by Keith Avallone, PLAAY Games LLC
I wasn't able to watch the NFL's opening weekend this year, but later that Sunday afternoon I checked the scores on my phone. I fully expected to see that "my" team, the Saints, had defeated the Buccaneers: it seemed pretty likely, given that the Bucs would be without their starting QB, Jameis Winston, who'd been suspended for three games and replaced by journeyman QB Ryan Fitzpatrick. I went to my phone to get the score. Wait—what!? Tampa Bay 48, New Orleans 40!?
Now, for the Saints to LOSE to the Bucs was not necessarily a huge shock—they'd lost many key games to Tampa Bay over the years including the 2017 season finale, a loss that could have cost them the division title. And then there was 1977 when—well, never mind. What WAS shocking was the score: "How in the HECK did the Buccaneers score nearly 50 points with Ryan Fitzpatrick at quarterback?"
The answer? "FitzMagic."
Veteran, journeyman Ryan Fitzpatrick, he of the flowing red beard, had turned in a passing performance that was, in a word, magical: 21 of 28 passing for 417 yards, four touchdowns, zero interceptions. He earned a near-perfect passer rating of 156.2 for the game. For three glorious weeks, the magic continued. Three games, three 400-yard passing performances. The first pro quarterback ever to throw for 400+ yards in three consecutive games. EVER. Brady, Brees, Manning, Favre—EVER. His jersey was shipped to the pro football hall of fame to commemorate the feat. Then, a crash-and-burn performance in Chicago (passer rating of 49.0), a 48-10 loss. And, suddenly and shockingly as it appeared, "FitzMagic" left the building.
It created a lot of buzz on sports talk shows, and will certainly be remembered as a footnote to the 2018 season. But for us tabletop football gamers, it presents an interesting conundrum. Specifically, how should Ryan Fitzpatrick be rated for SECOND SEASON, or any other tabletop pro football sim?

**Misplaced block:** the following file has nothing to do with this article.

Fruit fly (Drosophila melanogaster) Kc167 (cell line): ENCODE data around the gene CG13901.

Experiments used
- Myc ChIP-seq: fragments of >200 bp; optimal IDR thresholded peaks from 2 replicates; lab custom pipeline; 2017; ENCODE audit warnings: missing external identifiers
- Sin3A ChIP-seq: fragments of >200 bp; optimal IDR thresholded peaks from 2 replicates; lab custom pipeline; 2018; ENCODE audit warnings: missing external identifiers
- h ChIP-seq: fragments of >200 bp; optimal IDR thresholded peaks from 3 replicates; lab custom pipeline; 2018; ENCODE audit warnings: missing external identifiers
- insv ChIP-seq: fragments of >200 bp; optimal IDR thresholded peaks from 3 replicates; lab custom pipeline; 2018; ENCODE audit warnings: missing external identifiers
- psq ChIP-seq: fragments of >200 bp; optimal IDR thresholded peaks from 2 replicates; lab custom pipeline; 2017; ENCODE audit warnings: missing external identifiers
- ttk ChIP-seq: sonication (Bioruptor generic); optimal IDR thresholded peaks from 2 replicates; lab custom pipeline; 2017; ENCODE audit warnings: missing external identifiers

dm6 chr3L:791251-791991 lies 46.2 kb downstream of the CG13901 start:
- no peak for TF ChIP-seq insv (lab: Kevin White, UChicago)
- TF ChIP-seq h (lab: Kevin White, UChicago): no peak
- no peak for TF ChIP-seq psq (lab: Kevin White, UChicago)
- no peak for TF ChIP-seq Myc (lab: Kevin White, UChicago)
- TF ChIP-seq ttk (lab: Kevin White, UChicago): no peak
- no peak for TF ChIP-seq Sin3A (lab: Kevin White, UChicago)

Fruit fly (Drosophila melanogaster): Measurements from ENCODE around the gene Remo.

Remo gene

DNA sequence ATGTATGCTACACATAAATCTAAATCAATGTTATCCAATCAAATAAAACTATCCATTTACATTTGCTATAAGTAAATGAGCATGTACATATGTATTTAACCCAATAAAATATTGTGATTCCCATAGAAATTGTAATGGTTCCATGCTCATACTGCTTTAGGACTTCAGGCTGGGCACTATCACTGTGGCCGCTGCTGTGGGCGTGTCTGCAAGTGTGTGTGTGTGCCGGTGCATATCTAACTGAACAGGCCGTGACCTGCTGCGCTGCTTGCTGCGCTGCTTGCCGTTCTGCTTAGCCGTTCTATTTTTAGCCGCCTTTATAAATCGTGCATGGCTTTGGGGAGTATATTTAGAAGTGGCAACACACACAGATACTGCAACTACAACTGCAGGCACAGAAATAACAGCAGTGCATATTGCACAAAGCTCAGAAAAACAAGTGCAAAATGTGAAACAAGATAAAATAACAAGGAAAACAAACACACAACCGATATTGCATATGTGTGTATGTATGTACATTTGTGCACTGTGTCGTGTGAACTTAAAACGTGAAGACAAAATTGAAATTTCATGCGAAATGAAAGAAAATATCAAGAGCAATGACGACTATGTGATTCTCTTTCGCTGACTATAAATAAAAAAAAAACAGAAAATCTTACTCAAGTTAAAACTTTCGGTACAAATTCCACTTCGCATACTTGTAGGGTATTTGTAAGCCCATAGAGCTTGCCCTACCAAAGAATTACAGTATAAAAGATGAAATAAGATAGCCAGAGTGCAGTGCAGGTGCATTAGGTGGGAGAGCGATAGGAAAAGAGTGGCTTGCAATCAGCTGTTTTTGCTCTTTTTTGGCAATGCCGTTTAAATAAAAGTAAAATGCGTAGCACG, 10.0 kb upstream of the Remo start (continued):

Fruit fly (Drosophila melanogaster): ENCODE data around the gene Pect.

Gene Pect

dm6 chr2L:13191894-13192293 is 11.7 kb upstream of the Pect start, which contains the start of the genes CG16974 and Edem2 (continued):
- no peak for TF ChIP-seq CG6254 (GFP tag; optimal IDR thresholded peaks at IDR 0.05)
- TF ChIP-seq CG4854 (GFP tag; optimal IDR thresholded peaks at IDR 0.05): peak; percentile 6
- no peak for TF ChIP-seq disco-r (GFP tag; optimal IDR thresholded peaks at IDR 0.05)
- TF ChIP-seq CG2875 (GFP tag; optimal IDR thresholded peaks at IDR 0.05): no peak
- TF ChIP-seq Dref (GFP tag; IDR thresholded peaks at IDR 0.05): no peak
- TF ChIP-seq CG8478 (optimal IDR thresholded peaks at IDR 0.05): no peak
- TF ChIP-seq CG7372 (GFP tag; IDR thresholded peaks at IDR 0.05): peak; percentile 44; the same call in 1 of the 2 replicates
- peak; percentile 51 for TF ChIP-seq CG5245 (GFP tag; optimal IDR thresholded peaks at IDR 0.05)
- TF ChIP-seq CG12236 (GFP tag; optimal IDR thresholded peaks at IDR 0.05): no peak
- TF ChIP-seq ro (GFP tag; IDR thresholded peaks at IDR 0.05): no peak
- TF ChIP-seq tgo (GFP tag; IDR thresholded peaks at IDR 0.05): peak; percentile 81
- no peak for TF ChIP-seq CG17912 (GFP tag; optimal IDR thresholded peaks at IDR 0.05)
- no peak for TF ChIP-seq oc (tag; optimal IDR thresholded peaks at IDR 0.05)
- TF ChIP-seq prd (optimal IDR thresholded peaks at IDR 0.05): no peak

Here are the 2018 passing statistics for Fitzpatrick, as of October 25. Even including his cratering in Chicago, the numbers are pretty amazing: 68% completion, 4% interception, 8.5% touchdown, 15.6 yards per completion. Compare that to Jameis Winston's numbers for roughly the same number of pass attempts: 69% completion, 5% interception, 4% touchdown, 11.6 yards per completion. Eyeballing the two sets of stats, it's pretty clear that Fitzpatrick has the better numbers. The passer ratings back that up: Fitzpatrick's passer rating is 30 points better than Winston's (115 to 85). Yet, he's back on the bench.
How should this translate for tabletop football?
As the guy in charge of creating the ratings for SECOND SEASON, I see three possible approaches...
STATISTICAL PRECISION:Taking this approach, I'd simply assign the passer grades based on the cold, hard numbers. Both Fitzpatrick and Winston would be given CMP grades of AAA or AAAA (depending on the final offense passing point totals), but while Fitzpatrick would get an X of 9, a Y of 4 and a Q of 16 (or quite possibly 14 with a bomber symbol), Winston would get ratings inferior to Fitzpatrick: X of 4, Y of 5 and Q of 12. Rating them this way would put the burden of "realistic usage" on the gamer. This is an obligation that some gamers relish, but one from which others recoil. Probably few of us feels that Fitzpatrick would perform at this level for the entire season, but it would be up to me to restrict his usage. True, there could be some sort of "start" rating (similar to what we use for hockey and soccer goal tenders) to legislate how many starts he could get, but that would miss out on the whole "magic" phenomenon. With such a rating, it would be unlikely that Fitzpatrick would start successive games—more likely, he would start sporadically, which is in itself unrealistic relative to how he actually performed. It would also force you to suspend logic and common sense, bringing in a statistically superior passer at random points during the season and watch him light it up—and then return to the bench. Alternatively, you could restrict yourself to "as played lineups" for your project, but that brings about a lot of book-keeping that many in the hobby don't particularly enjoy.